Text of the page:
Call to Support SA Industry's Revival
 
Advertise Here
Trending Topics:
Sunday, June 14, 2015

Ship Equipment
Ship Maintenance
Unitor
Ship Systems
Bimco
Worldwide Metric
Portvision
Hydroscan
Freeman Marine
Neptune Group

MarineTalk
Home Page
About MarineTalk
Buyer's Guide
World InfoDesk
Discussion Forums
Advisory Board
FAQ
Advertising Information
Submit Company Listing
Edit Company Listing
Site Map
 
MarineTalk Site Search:
Featured Companies

CEFOR - Central Union of Marine Underwriters
The objective of the Central Union of Marine Underwriters (CEFOR)is to promote and safeguard the professional and economic interests of its members within hull, energy and cargo insurance.
    Norway

Cordage Institute
The Cordage Institute is a not-for-profit corporation and depends on manufacturers in the industry, as well as companies serving Industry members, to support and actively participate through the payment of dues and the volunteering of members' time.
    USA Pennsylvania

Hong Kong Shippers' Council
The Hong Kong Shippers' Council consists of 15 trade associations, composed of manufacturers, traders, exporters/importers, and chambers of commerce.
    Hong Kong

SSA - Shipbuilders' & Shiprepairers' Association
The Shipbuilders & Shiprepairers Association (SSA) represents the industry in the UK. It exists to further the interests of its members and to promote the industry generally, particularly through:
    United Kingdom

Call to Support SA Industry's Revival

      7/29/2001

Call to Support SA Industry's Revival

A 19-company consortium is lobbying South African government to articulate its policy on shipbuilding in an effort to revitalise the domestic industry, which appeared dead in the water following South Africa's reintegration into the world economy six years ago. Since that time, the industry has been battling on and only two South African shipyards remain, namely FarOcean Marine, of Cape Town, which caters for smaller vessels below 45 m, and Southern African Shipyards, which can handle larger vessels. The initiators of the new proposal believe it is now possible to lay the foundation for a viable and growing industry.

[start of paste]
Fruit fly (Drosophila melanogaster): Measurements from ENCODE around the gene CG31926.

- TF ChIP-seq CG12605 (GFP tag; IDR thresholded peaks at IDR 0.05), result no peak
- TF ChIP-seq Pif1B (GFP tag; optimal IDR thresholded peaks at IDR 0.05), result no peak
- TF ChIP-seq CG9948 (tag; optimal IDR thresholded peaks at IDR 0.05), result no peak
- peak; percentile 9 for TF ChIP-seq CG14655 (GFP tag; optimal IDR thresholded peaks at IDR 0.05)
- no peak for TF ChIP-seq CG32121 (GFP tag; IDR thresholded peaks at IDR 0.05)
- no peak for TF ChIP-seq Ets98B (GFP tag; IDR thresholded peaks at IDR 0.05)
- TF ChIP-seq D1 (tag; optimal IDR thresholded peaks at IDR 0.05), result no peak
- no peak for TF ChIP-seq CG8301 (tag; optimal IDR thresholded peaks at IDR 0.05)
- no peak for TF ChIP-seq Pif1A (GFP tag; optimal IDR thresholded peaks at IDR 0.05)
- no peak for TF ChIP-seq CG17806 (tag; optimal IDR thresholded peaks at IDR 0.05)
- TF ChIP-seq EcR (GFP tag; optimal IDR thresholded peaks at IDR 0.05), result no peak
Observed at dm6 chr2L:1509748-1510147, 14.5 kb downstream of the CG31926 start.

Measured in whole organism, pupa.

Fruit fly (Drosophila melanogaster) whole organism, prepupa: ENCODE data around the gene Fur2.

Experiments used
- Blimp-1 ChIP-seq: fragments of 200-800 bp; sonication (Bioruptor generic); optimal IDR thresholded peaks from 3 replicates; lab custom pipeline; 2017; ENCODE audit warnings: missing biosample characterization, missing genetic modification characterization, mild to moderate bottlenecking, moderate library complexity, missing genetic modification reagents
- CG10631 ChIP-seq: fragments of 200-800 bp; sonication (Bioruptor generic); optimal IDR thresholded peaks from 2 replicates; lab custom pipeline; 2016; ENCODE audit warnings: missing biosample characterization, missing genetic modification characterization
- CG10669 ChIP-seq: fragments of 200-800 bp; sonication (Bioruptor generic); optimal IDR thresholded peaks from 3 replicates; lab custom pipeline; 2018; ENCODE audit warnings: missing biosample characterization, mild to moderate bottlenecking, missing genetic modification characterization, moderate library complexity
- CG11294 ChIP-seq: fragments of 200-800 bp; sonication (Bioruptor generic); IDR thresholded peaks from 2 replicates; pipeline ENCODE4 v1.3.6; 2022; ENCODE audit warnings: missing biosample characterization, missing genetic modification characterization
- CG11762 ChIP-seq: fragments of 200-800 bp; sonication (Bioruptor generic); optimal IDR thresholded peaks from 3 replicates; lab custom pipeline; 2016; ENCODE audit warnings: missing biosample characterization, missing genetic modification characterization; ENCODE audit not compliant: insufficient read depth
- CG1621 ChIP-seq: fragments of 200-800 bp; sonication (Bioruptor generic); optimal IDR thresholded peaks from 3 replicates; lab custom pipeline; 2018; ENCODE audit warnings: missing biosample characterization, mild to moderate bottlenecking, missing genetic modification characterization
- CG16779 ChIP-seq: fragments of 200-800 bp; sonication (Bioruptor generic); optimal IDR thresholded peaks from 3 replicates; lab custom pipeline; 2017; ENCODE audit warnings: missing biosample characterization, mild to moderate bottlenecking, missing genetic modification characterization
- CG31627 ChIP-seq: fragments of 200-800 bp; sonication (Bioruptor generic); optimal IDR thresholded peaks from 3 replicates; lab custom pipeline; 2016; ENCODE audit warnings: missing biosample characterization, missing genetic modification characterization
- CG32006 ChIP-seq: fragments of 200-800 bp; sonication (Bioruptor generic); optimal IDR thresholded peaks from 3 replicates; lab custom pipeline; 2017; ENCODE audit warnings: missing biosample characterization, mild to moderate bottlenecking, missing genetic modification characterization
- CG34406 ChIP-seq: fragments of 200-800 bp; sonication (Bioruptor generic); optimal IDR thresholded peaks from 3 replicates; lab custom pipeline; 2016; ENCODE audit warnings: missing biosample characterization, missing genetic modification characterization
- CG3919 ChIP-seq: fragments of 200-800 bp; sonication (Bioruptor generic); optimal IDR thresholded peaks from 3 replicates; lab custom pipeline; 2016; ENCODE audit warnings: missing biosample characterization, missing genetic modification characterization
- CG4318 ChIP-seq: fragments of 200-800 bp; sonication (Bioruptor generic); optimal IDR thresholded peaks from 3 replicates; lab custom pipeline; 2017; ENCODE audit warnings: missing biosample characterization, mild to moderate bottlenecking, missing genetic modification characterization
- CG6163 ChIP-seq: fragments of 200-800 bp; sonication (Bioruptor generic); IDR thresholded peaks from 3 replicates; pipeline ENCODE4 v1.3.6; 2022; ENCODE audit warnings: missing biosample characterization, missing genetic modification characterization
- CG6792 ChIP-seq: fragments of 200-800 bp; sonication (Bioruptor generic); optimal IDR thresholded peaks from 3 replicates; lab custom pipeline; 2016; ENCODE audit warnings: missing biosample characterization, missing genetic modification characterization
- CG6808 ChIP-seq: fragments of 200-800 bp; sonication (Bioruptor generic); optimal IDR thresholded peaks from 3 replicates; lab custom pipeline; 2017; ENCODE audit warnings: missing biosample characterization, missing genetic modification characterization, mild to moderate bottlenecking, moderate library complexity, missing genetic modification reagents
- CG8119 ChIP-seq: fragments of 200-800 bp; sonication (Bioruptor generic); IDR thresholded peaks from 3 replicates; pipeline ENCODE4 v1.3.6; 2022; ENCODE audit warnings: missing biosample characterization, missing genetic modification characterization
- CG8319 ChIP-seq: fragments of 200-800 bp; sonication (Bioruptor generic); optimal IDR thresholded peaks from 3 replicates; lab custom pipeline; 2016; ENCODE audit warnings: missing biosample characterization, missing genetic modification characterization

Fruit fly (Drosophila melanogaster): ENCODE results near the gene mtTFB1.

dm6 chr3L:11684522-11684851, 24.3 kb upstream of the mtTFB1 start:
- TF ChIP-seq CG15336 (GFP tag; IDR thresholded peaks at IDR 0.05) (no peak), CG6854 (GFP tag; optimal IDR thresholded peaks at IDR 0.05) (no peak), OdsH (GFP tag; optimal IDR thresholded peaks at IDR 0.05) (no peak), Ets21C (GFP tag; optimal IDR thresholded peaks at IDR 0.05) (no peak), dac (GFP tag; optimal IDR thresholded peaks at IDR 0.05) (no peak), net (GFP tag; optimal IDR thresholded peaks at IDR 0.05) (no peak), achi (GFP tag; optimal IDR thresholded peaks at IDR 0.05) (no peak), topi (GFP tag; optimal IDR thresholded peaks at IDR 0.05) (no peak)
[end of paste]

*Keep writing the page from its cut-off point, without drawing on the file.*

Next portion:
Chairperson Mike Hawes of Southern African Shipyards, told Engineering News that the group has requested a meeting with Trade and Industry Minister Alec Erwin in order to reopen the debate as to whether a sustainable industry can be built. They argue that the investment capital to replace the Durban facility would amount to at least R135- million and that, together with the Cape Town yard, the infrastructure base is available to develop a cohesive medium-sized export shipbuilding industry.

Chairperson Mike Hawes of Southern African Shipyards, told Engineering News that the group has requested a meeting with Trade and Industry Minister Alec Erwin in order to reopen the debate as to whether a sustainable industry can be built. They argue that the investment capital to replace the Durban facility would amount to at least R135- million and that, together with the Cape Town yard, the infrastructure base is available to develop a cohesive medium-sized export shipbuilding industry.

In addition, there appears to be an opportunity to link a shipbuilding revival to the National Industrial Participation programme that has arisen from the multibillion-rand arms procurement deal. It is understood, although not confirmed, that the German Submarine Consortium (GSC), which is supplying the South African navy with three Type 209/1400 submarines for R5,354-billion, is proposing an offset involving the building of ships, barges and container vessels in Durban. The GSC is made up of Ferrostaal, Howaldtswerke Deutsche Werft and Thyssen Nordseewerke. It appears that the proposal could involve a scenario whereby it buys German kits, which are then directed to Durban where the local shipbuilding industry completes the steelwork and the installation. It has been calculated that the project could absorb about 8,000 t/y of South African fabricated steel. The project would involve the building of two export vessels a year for the next ten years, and Hawes estimates that it would create 900 direct employment opportunities and a plethora of downstream industry jobs. "The opportunity for other suppliers to add local content value is significantly large to involve major business in the support of the scheme," Hawes enthuses.

Mr. Hawes and the cluster members believe the offset orders will provide the necessary financial and technological base for pursuing other shipbuilding opportunities in South Africa, the region and across the globe. The consortium believes that South Africa is well-placed to receive foreign orders, given the country's increasing access to global markets through trade agreements, its low input costs, it existing infrastructure, and its past record in shipbuilding. "Shipbuilding was once a vibrant industry in Durban and offered direct employment for up to 1 800 people. We believe there is an opportunity to rebuild the sector into an international force," Hawes concludes, adding though that, unless some attention is given to the issue, the entire concept could be sunk.


Engineering News, July 6-12, 2001 by Terence Creamer  

About the Company

You may also like:
Trending Technology, World Shipping & Maritime News





Latest Marine News and Technology Articles | Maritime 2015 Buyer's Guide





MarineTalk

E-mail:  Contact Us

Copyright 1998 - 2015 MarineTalk
Division of Link Internet Business Solutions
All rights reserved.

The reproduction, retrieval, copying or transmission of this Web site content,
in whole or in part, is not permitted without the express permission of
MarineTalk .